The shift to our homes to slow the spread of the coronavirus (COVID-19) is a major challenge for senior school students. It is tempting to view this as an extended holiday with time for crashing out on the couch. Now I don’t wish to throw a dampener on your party plans but if you decide to veg out and do not work, you might regret it later. At the risk of being a major spoilsport, here are a few ideas to consider.

Develop and keep to a system

Goals are good but systems are better. Decide on your study program system for the next few weeks and stick to it. Consider when you learn and think best and don’t fritter those hours away. If you don’t develop a system you are relying on waking up in the morning and saying to yourself, ‘Great, I can’t wait to get some study done today!’ I don’t know you but I wouldn’t like to place a bet on that happening very often. Developing a system that works for you also sets you up for being a self-reliant learner after you have left school.

This is a chance to catch up not drop back

The first part of the year has been busy with ideas and papers flying in all directions. Use this time firstly to get some order into your life. Make sure your notes are coded and in the correct folders.

Elaborate what you’ve already got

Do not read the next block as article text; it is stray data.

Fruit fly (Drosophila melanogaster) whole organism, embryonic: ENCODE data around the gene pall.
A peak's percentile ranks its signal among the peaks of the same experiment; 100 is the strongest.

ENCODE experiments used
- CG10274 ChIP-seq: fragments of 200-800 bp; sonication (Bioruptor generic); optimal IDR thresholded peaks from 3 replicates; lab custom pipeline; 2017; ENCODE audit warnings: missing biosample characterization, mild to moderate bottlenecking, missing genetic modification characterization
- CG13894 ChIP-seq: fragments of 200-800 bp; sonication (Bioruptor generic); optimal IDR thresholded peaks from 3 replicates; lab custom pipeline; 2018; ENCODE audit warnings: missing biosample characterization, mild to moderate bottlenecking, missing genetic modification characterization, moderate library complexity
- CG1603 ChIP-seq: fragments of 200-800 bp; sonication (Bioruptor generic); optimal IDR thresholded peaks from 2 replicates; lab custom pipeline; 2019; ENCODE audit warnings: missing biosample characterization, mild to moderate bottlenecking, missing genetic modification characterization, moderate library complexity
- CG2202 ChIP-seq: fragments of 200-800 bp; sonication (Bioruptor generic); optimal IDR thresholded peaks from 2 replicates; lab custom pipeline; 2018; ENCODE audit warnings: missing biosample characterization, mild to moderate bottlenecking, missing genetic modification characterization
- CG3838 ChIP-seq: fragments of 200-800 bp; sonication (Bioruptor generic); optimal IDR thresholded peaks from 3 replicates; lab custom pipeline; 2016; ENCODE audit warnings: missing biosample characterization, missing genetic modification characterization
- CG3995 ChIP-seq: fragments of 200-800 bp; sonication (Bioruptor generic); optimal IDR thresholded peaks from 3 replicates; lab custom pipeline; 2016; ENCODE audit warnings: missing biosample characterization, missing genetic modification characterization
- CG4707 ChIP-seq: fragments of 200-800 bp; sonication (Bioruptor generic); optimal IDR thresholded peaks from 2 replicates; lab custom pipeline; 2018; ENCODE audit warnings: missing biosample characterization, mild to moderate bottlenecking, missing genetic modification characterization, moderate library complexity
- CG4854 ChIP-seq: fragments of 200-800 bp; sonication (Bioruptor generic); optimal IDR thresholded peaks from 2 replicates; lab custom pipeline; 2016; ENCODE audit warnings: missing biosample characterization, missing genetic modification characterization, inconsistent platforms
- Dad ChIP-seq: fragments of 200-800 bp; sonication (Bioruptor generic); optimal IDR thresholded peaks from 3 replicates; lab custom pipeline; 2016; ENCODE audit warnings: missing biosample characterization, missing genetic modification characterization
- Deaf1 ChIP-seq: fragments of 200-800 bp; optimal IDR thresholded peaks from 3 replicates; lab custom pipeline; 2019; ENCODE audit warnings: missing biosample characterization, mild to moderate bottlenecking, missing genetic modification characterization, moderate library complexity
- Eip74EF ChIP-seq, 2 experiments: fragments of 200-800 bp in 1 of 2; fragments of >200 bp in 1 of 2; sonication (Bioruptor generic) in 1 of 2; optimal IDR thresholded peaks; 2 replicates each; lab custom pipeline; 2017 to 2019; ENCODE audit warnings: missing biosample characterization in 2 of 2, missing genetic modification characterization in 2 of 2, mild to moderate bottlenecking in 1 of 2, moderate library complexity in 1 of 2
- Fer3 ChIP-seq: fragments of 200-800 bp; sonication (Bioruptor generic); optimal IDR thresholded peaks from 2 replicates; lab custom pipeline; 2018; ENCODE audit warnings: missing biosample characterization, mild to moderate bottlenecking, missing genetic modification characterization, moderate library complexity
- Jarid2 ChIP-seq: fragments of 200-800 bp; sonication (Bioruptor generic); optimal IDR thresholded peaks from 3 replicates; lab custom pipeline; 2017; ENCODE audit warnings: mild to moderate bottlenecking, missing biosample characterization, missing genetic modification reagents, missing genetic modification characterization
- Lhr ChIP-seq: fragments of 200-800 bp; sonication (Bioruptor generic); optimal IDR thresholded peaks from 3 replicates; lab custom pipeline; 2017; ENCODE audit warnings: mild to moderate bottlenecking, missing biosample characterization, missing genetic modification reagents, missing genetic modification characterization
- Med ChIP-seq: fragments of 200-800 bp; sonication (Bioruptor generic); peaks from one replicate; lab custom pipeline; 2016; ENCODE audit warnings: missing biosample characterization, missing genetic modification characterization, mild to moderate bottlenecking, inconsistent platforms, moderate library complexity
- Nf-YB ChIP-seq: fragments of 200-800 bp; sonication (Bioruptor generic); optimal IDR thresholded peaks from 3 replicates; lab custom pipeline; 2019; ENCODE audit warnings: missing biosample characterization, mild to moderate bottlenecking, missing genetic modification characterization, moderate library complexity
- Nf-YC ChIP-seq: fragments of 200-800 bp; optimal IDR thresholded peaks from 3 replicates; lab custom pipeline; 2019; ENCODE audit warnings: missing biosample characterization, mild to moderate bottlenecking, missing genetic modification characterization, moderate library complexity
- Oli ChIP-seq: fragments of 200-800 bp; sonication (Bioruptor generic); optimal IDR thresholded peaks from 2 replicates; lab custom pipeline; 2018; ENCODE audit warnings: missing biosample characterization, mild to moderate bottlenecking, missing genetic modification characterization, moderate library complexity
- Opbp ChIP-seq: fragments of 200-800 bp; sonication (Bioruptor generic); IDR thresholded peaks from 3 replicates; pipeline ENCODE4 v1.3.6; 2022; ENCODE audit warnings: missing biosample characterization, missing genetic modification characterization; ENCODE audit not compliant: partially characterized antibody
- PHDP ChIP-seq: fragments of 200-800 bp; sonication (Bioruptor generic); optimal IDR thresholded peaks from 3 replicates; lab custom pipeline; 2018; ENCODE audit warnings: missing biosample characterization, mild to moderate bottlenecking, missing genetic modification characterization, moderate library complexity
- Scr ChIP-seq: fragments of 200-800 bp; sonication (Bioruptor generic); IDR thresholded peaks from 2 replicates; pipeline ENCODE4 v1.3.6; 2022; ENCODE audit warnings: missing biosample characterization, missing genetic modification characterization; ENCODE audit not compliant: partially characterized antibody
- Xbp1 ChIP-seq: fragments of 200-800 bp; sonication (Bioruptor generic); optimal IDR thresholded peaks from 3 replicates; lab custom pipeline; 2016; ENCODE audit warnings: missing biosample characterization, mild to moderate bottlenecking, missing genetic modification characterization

Once you have got your stuff together and everything is the right place, you can start to plan to surge. List all of the topics that have already been covered this year. For each topic develop a concept map that links main related ideas and outlines their relationships. Developing a visual outline of a topic area deepens your understanding, improves your memory and improves your marks. That’s a win-win-win situation for you.

Build your Learning Strengths

Analyse your learning strengths at my and use the information to build on what you are already good at. Obtain a copy of the full Learning Strengths report to learn how to use your strengths to develop in other areas. By using your brain correctly you can get better outcomes.

Extend your thinking

Ask teachers to provide you with a list of forthcoming topics. Read related texts. Research future topics.  Use google scholar to find related articles. If there are concepts you that seem difficult to understand search for students explaining these ideas for the benefit of other students.

Email or phone your teachers. They will have resources that can help you.

To read more of this article by Andrew Fuller, click here.

Andrew Fuller is a Fellow of the Department of Psychiatry and the Department of Learning and Educational Development at the University of Melbourne. On Monday 25 May at 7.00pm Andrew Fuller will give an online Parent Education webinar for Camberwell Grammar School Parents. For details on this event, contact Mr John Allen at